City mulls future of popular ActiveTO road closures for pedestrians and cyclists
Cancelling the pandemic program isn't a viable option, cycling advocate says
The future of Toronto's popular ActiveTO initiative is up in the air.
The city says it's reviewing the pandemic program that began in the spring of 2020 and sees major streets blocked off to traffic on weekends to ensure pedestrians and cyclists have space to exercise. The city also temporarily expanded the cycling network, adding dozens of kilometres of new cycle tracks and bike lanes.
Mayor John Tory says staff are looking at the number of people who took part, as well as the impact on traffic patterns and nearby businesses. A report will be sent to council.
"It is my wish to see these programs made permanent," the mayor told reporters at a news conference this week. "But I think that should only be done after we thoughtfully examine the data."
Coun. Michael Ford, who represents Ward 1, Etobicoke North, voiced his opposition to extending ActiveTO in August, tweeting that with events and people returning to downtown, it's becoming an inconvenience and causing traffic congestion.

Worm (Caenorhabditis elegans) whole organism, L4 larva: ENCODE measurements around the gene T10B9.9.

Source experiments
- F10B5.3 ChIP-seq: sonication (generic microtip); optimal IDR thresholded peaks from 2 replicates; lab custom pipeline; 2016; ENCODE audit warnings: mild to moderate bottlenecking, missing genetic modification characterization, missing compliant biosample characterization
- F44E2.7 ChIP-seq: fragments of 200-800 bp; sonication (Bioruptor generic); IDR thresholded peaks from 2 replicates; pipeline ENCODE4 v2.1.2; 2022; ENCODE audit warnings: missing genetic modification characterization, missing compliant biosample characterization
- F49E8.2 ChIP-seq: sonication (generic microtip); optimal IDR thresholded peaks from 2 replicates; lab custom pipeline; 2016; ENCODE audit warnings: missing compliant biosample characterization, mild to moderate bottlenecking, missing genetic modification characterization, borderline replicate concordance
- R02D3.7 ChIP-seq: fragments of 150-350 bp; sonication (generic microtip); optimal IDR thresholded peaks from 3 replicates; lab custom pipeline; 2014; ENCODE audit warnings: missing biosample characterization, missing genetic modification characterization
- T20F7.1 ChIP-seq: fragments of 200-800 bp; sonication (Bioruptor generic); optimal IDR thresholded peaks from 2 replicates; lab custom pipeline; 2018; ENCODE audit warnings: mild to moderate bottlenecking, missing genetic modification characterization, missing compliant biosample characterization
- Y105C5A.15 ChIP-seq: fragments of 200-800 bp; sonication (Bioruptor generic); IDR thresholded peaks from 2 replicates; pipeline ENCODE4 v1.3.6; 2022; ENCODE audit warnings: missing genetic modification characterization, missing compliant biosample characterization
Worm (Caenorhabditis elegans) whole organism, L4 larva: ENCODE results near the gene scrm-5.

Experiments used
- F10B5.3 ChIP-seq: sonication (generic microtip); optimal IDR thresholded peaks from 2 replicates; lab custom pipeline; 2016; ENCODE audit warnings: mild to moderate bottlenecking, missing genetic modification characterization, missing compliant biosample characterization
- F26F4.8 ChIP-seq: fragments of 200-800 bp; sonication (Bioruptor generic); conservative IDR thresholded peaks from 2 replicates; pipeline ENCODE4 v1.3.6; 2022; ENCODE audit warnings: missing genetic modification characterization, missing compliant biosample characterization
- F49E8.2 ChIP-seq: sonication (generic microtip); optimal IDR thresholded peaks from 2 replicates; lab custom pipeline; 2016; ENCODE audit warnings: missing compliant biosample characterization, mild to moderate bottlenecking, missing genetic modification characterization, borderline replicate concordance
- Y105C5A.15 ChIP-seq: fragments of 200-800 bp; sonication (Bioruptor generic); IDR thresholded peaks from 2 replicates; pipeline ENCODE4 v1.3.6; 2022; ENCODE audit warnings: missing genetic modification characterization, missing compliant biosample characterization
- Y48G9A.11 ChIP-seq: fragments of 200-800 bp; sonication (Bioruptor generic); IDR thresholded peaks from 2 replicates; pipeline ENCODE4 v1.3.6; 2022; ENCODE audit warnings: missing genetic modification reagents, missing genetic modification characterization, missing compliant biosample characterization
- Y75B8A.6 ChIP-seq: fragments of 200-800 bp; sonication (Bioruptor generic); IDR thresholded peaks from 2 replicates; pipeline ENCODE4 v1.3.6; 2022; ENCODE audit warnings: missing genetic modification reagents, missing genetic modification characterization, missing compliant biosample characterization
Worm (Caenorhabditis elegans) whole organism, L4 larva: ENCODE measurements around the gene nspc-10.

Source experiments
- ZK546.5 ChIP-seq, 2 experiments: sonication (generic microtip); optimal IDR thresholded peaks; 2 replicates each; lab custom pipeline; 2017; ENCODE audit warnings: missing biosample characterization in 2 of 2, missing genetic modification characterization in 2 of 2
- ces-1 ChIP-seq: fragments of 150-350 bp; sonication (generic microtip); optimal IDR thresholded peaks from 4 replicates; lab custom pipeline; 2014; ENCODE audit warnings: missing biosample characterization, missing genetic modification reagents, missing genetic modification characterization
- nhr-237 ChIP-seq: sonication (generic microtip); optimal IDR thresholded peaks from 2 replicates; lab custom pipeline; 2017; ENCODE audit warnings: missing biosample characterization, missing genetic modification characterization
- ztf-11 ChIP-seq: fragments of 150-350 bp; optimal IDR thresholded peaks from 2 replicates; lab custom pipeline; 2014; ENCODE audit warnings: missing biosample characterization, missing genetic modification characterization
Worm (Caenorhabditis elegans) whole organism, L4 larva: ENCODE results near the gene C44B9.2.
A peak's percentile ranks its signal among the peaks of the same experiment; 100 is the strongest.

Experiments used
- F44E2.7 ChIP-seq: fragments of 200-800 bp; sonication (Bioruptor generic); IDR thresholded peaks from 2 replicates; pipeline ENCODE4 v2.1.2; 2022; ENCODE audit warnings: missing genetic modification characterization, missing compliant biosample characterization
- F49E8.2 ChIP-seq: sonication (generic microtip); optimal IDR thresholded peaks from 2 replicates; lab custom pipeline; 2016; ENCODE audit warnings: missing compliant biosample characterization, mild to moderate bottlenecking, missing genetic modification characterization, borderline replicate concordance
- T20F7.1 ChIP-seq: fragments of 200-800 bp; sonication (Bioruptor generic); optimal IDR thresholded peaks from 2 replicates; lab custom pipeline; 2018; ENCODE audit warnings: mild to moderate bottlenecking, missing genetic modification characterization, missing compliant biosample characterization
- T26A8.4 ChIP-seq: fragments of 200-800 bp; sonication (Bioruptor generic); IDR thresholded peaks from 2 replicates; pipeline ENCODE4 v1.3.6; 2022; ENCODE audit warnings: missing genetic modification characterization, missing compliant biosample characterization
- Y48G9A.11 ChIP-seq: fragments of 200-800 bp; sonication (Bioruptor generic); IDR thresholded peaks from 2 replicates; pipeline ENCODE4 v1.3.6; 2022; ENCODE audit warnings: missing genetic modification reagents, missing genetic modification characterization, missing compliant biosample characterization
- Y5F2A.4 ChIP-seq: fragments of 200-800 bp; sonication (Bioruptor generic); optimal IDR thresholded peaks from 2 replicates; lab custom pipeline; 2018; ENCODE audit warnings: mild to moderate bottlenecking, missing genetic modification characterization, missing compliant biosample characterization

Tens of thousands of cyclists took part
But there's also ample support for ActiveTO. Last year, a city survey found more than 90 per cent of respondents said they wanted the road closures to continue during and after the pandemic.
On weekend days in the summer of 2020, the city estimated on average more than 26,000 cyclists and 10,000 pedestrians used Lake Shore Boulevard West and East and Bayview Avenue during the closures.
The popularity of the program shows how much it's needed and how crowded the city's trails would be otherwise, said Cycle Toronto campaigns manager Kevin Rupasinghe.
"It's one of the most popular programs to come out of the pandemic," Rupasinghe said. "The idea of going back to normal, I don't think that's a viable path forward."
He wants to see road space allocated permanently to pedestrians and cyclists, such as on Lake Shore, expanded closures to other neighbourhoods like those in Scarborough and Etobicoke, and he wants the city to keep the protected bike lanes so people feel comfortable cycling
"What we really want to see is people using bikes for day-to-day trips and for errands, to go to school and get to work," he said.
"And that's the sort of on-street infrastructure the city has done a great job or rolling out, but it's also temporary and needs to be made permanent."
Weekend and holiday road closures will wrap up later this year depending on the weather, a city spokesperson said. ActiveTO is running this weekend on Bayview Avenue and The Meadoway.